“The Detroit One initiative is a broader anti-violent crime strategy than the program announced in Chicago, in that it incorporates weapon and gang prosecution in conjunction with community outreach,” she said.

“Since the inception of Detroit One in 2013, there have been 12 gang indictments, hundreds of federal gun prosecutions and numerous other gang members indicted for various crimes including narcotics distribution and identity theft,” Balaya said.

John Roach, spokesman for Mayor Mike Duggan, declined to comment.

In Chicago, authorities said federal prosecutors and prosecutors from Cook County will work on new strategies to prosecute gun crimes and offenders.

Detroit Police Commissioner Lisa Carter questioned whether Trump has an ulterior motive in announcing federal aid in Chicago.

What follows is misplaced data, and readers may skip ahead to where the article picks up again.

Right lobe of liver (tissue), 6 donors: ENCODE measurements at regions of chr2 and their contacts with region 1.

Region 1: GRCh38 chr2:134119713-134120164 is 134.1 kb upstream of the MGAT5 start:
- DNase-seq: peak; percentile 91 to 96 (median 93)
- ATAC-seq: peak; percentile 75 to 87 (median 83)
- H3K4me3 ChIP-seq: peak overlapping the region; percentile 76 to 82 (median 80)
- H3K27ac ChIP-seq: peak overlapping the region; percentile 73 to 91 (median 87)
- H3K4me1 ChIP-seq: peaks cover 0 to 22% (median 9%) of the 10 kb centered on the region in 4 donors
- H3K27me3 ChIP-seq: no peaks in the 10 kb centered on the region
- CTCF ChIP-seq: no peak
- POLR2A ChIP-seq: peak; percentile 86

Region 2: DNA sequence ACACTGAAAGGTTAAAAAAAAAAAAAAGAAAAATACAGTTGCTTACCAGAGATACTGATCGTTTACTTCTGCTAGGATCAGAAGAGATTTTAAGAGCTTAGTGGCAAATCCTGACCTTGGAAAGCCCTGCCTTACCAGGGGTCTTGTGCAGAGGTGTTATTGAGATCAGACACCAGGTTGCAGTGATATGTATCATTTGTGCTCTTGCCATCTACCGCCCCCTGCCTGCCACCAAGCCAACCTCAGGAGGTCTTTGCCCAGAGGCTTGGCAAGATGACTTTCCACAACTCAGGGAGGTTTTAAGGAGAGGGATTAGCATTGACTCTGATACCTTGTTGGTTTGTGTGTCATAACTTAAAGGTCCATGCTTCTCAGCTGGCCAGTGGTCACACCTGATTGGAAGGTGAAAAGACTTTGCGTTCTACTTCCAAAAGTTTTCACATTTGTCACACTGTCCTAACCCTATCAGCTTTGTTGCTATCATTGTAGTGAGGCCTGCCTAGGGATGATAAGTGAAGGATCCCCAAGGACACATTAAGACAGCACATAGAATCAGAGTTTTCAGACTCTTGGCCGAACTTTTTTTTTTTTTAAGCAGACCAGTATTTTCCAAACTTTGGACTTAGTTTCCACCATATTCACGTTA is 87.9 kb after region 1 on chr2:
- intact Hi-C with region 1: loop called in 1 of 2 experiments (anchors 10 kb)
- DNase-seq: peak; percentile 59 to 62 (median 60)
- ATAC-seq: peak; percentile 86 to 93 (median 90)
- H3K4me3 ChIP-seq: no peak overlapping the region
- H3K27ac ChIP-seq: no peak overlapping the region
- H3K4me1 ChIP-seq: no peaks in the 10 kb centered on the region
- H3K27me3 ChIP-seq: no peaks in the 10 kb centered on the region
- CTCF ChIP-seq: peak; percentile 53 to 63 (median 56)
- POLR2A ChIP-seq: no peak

“Is there a Trump Tower in Chicago? I think protecting his interests might have something to do with it,” Carter said. “I don’t know that his best interests lie with Detroit.

“I really don’t think we’re at the point where we need federal help,” Carter said. “If you look at most of the fatalities in Detroit, the victims know each other, and I don’t think having more federal agents will help that. Also, crime is down in Detroit already.”

Detroit resident Troy Muhammad, who mentors children to try to steer them away from crime, said more focus should be put on things like education, which he said would prevent young people from becoming criminals in the first place.

“I’m not one who believes that we need that type of federal assistance,” said Muhammad, whose Life Launch program helps get young people with criminal records into college and trade schools. “I definitely think resources would be better spent by putting a greater focus on education and after-school programs.”

ghunter@detroitnews.com

(313) 222-2134

Twitter: @GeorgeHunter_DN

Associated Press contributed.